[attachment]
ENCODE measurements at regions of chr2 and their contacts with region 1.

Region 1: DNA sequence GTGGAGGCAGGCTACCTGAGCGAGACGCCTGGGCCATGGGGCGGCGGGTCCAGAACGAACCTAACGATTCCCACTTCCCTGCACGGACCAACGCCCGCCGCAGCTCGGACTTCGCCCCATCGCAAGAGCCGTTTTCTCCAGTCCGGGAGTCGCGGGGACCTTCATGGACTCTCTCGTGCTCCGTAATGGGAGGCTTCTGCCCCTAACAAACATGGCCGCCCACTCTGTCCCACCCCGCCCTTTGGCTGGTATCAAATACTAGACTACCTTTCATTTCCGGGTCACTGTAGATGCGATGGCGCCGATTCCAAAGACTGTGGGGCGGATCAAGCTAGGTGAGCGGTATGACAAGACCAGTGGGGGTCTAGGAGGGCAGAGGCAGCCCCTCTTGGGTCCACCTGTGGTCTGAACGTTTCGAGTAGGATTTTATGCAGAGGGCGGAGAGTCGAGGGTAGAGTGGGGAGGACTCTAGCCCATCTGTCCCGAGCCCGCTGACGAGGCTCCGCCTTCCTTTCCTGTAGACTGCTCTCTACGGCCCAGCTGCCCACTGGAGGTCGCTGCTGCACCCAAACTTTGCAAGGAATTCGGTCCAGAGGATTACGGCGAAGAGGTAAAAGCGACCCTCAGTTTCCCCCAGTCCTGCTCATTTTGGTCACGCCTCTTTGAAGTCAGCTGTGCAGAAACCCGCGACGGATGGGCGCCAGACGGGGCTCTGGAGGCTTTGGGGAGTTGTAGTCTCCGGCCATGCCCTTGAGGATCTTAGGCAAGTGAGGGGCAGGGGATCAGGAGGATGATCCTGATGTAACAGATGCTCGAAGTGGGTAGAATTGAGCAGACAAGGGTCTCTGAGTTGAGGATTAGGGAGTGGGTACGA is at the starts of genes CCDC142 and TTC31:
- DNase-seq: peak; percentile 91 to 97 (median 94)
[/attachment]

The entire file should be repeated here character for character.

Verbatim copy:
ENCODE measurements at regions of chr2 and their contacts with region 1.

Region 1: DNA sequence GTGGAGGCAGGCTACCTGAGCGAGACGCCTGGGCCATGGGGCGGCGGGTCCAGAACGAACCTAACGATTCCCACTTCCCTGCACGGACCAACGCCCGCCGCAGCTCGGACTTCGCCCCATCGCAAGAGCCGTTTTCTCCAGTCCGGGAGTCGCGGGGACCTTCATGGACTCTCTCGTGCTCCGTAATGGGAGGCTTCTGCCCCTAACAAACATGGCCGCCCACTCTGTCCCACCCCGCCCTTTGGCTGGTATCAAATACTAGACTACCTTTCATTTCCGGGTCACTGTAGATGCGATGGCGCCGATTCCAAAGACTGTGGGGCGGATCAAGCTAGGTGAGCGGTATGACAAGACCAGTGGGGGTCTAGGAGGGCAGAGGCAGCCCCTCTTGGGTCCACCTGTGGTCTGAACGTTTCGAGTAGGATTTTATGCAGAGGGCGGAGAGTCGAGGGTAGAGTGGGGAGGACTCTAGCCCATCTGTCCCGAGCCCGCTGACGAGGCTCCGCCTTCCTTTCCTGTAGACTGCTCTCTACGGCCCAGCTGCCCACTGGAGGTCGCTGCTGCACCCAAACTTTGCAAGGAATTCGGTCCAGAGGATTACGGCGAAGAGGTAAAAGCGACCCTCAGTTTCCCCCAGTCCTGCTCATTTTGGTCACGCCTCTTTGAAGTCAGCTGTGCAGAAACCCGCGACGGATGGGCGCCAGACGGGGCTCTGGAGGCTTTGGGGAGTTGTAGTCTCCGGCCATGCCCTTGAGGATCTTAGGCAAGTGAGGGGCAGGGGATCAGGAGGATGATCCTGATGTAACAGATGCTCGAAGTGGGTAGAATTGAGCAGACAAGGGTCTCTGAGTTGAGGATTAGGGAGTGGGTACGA is at the starts of genes CCDC142 and TTC31:
- DNase-seq: peak; percentile 91 to 97 (median 94)